Every studio should have a FET limiter and the Warm Audio WA76 is among the best choices with a price that set to make it a no-brainer acquisition.


  • True to the Classic 1176 compressor in design and performance
  • Completely discrete signal path
  • Modeled after the D revision
  • Utilizes USA made CINEMAG input and output transformers
  • Supports the famous “all buttons in” ratio setting
  • Ultra fast attack time
  • Class A line level output amplifier
  • Input impedance – 600 ohms, bridges-T control (floating)
  • Frequency Response ± 1 dB 20 Hz to 20kHz
  • XLR and TRS inputs.  XLR and TRS outputs
  • 55db of gain
  • Less than 0.4% total harmonic distortion from 50 Hz to 20 kHz with limiting
  • Signal to noise ratio is greater than 74 dB at +25 dBm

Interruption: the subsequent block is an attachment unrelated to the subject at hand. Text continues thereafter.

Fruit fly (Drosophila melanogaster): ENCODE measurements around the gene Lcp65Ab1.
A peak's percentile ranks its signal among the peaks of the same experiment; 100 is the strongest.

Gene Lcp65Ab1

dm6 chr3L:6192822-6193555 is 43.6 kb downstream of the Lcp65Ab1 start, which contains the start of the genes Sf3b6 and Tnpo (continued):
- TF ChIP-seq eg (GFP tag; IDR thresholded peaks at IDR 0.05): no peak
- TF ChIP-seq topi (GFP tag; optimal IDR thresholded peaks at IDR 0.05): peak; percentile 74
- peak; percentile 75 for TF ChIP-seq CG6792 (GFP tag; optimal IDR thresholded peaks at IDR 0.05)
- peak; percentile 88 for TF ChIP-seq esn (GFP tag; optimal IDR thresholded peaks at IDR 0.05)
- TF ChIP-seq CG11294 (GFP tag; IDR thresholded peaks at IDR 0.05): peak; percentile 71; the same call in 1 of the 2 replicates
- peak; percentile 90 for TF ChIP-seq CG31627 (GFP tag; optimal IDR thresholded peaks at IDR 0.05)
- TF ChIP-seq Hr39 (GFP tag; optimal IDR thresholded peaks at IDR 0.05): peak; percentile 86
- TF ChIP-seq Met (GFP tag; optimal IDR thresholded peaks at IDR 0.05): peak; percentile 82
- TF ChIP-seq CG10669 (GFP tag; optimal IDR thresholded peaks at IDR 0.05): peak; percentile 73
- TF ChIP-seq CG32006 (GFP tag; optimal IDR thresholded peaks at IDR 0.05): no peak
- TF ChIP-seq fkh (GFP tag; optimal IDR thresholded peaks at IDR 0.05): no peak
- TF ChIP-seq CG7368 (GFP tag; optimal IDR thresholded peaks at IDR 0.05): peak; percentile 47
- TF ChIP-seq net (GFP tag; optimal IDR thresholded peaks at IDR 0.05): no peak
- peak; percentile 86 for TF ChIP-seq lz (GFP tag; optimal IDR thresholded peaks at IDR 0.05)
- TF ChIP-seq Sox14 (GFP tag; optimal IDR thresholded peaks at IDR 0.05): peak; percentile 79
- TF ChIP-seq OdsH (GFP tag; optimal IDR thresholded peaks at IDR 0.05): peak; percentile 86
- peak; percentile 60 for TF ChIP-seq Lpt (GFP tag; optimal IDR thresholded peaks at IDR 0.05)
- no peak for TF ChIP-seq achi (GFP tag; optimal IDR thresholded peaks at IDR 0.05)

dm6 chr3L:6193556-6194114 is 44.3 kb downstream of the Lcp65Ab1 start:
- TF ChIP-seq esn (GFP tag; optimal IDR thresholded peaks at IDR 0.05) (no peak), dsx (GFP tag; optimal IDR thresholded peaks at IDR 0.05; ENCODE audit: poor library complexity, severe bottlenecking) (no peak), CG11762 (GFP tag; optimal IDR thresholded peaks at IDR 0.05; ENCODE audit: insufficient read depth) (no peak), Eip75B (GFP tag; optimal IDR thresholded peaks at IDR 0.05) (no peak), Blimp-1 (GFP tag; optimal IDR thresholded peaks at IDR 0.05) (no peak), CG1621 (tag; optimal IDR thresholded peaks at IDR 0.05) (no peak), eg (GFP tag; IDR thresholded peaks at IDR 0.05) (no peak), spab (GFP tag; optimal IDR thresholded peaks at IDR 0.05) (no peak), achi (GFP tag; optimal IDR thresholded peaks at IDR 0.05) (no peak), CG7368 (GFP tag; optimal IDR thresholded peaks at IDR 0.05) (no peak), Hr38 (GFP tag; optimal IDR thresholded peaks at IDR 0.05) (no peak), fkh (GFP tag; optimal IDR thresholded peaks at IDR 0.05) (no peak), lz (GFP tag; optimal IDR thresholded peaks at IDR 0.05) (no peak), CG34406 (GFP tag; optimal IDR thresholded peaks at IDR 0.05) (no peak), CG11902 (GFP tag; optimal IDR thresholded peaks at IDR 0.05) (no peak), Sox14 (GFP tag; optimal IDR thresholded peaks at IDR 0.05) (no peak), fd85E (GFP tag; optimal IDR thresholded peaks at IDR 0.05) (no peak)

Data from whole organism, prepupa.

• EIN -104.1 dbm
  • Attack time, 20 microseconds to 800 microseconds
  • Release time, 50 milliseconds to 1 second
  • Meter provides dB gain reduction and dB output
  • Internal power supply, external 24v AC power transformer
  • 19″ Rackmount chassis, 2U
  • 1-year warranty

New Gear: Novation Bass Station II


The guys at Novation were kind enough to send their new Bass Station II. The Bass Station II is a revival of their classic from 1993 but with modern technology; “better, faster, stronger”. Its a digitally controlled pure analog signal path with 2 main oscillators, a sub oscillator, noise generator, arpeggiator, 2 LFOs, 2 Filter types, flexible routing, and 128 slots for savable patches. First impression, taking it home, was the bass was huge! I have a 2.1 speaker system and this thing could move some air. The oscillators can create a strong dominating low end but is not sloppy. You can get down to very low tones without breaking up; it stays defined and focused.